By MAHEA DANIELS
The Fine Arts Center at Colorado College let the dogs out. Now, the dogs have new homes.
The FAC was filled on Sunday, Sept. 16, with the smells of sweet treats and the sounds of barking puppies, communal chatter, and the excited laughter of children for the first annual adoption fair and vegan pop-up market.
The fair was inspired by one of the FAC’s current exhibits: “Year of the Dog.” The traveling exhibit, which is open until Oct. 14, features the works of six American artists whose goals are to examine the relationships, both of companionship and exploitation, between humans and animals. At the fair, the FAC offered visitors free admission to the museum and Year of the Dog exhibit.
“The goal was to bring people in the Colorado Springs community together to celebrate the the Year of the Dog exhibit and bring local businesses together,” said Jia Mei ’21, a current FAC student guide.
The event not only served as an escape for students from the mounting stress of first block finals, but it was also an ideal way to delve into “friends, not food” initiatives from 40 vendors across Colorado Springs. Over 300 visitors claimed on Facebook to have attended the event, and an even larger number is estimated to have passed through at some point during the four-hour period.
“Attendees loved that an iconic Colorado Springs institution invited the vegan community in, in such a big way,” said JL Fields, a culinary instructor and consultant who helped organize the event.
With mason jars of Pikes Peak Lemonade in hand, students, families, and kids from the Colorado Springs community huddled around outside play pens containing puppies. Blue “adopt me” bibs draped over the top, and people dressed in uniforms from the Humane Society of the Pikes Peak Region stood watch next to the play pens. After one woman adopted a 10-week-old Australian shepherd mix puppy, a Humane Society employee announced it over the loudspeaker, and the crowd outside all began to cheer.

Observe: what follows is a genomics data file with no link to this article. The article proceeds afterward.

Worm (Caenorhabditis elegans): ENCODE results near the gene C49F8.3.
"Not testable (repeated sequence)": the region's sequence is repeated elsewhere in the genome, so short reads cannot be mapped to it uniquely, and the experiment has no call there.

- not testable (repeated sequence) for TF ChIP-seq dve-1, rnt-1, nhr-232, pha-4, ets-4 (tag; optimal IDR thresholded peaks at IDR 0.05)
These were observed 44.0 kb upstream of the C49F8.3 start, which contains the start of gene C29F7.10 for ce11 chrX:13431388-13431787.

Inside, a calming and relaxing environment stood in contrast to the contagious excitement outside. Tables with vegan sweets, dips, breads, soaps, jewelry, artwork, books, and candles lined the hallways of the FAC. Representatives sat behind each table to explain their businesses and vegan approaches to passersby. Some of the local vendors included The Pet Pawlor, Missy J’s Snacks & Treats, Visibly Veg, CoS’bucha, and Potato Potato.
“We received positive feedback about the community gathering event because it was free, and people also got to visit the museum for free as well,” Mei said.
The event was not only an ideal study break or family activity on a warm Sunday afternoon. It was also a moment when CC students blended in with the broader Springs community under the common goal of supporting vegan initiatives.
The FAC was both “surprised and happy to see such a huge showing for a vegan event,” Fields said. Due to the event’s success, it hopes to host similar events in the future.